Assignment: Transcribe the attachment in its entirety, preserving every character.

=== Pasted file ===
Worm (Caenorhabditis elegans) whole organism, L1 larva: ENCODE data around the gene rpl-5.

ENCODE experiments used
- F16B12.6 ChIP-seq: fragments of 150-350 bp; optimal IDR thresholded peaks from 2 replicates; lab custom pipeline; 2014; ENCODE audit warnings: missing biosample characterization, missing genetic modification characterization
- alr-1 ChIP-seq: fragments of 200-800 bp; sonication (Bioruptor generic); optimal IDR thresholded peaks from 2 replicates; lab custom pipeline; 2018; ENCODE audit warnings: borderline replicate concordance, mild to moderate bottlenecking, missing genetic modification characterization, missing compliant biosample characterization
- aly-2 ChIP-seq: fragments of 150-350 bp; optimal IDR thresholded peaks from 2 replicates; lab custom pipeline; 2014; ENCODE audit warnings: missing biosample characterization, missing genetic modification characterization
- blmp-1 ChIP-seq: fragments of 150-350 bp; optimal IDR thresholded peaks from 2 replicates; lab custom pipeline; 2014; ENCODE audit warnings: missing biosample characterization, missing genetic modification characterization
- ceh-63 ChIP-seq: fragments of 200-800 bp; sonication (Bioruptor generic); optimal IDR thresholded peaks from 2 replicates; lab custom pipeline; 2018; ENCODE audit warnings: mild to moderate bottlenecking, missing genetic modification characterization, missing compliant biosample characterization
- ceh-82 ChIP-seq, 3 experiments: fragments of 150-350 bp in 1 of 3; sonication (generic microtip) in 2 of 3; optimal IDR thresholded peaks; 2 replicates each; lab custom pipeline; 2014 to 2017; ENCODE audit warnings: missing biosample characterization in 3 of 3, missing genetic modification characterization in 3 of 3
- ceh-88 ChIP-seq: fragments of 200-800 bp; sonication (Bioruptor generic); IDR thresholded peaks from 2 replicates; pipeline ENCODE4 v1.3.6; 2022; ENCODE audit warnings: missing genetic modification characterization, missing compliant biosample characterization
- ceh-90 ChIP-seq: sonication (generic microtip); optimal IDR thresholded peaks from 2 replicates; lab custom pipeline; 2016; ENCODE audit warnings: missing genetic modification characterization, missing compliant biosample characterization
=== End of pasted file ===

Worm (Caenorhabditis elegans) whole organism, L1 larva: ENCODE data around the gene rpl-5.

ENCODE experiments used
- F16B12.6 ChIP-seq: fragments of 150-350 bp; optimal IDR thresholded peaks from 2 replicates; lab custom pipeline; 2014; ENCODE audit warnings: missing biosample characterization, missing genetic modification characterization
- alr-1 ChIP-seq: fragments of 200-800 bp; sonication (Bioruptor generic); optimal IDR thresholded peaks from 2 replicates; lab custom pipeline; 2018; ENCODE audit warnings: borderline replicate concordance, mild to moderate bottlenecking, missing genetic modification characterization, missing compliant biosample characterization
- aly-2 ChIP-seq: fragments of 150-350 bp; optimal IDR thresholded peaks from 2 replicates; lab custom pipeline; 2014; ENCODE audit warnings: missing biosample characterization, missing genetic modification characterization
- blmp-1 ChIP-seq: fragments of 150-350 bp; optimal IDR thresholded peaks from 2 replicates; lab custom pipeline; 2014; ENCODE audit warnings: missing biosample characterization, missing genetic modification characterization
- ceh-63 ChIP-seq: fragments of 200-800 bp; sonication (Bioruptor generic); optimal IDR thresholded peaks from 2 replicates; lab custom pipeline; 2018; ENCODE audit warnings: mild to moderate bottlenecking, missing genetic modification characterization, missing compliant biosample characterization
- ceh-82 ChIP-seq, 3 experiments: fragments of 150-350 bp in 1 of 3; sonication (generic microtip) in 2 of 3; optimal IDR thresholded peaks; 2 replicates each; lab custom pipeline; 2014 to 2017; ENCODE audit warnings: missing biosample characterization in 3 of 3, missing genetic modification characterization in 3 of 3
- ceh-88 ChIP-seq: fragments of 200-800 bp; sonication (Bioruptor generic); IDR thresholded peaks from 2 replicates; pipeline ENCODE4 v1.3.6; 2022; ENCODE audit warnings: missing genetic modification characterization, missing compliant biosample characterization
- ceh-90 ChIP-seq: sonication (generic microtip); optimal IDR thresholded peaks from 2 replicates; lab custom pipeline; 2016; ENCODE audit warnings: missing genetic modification characterization, missing compliant biosample characterization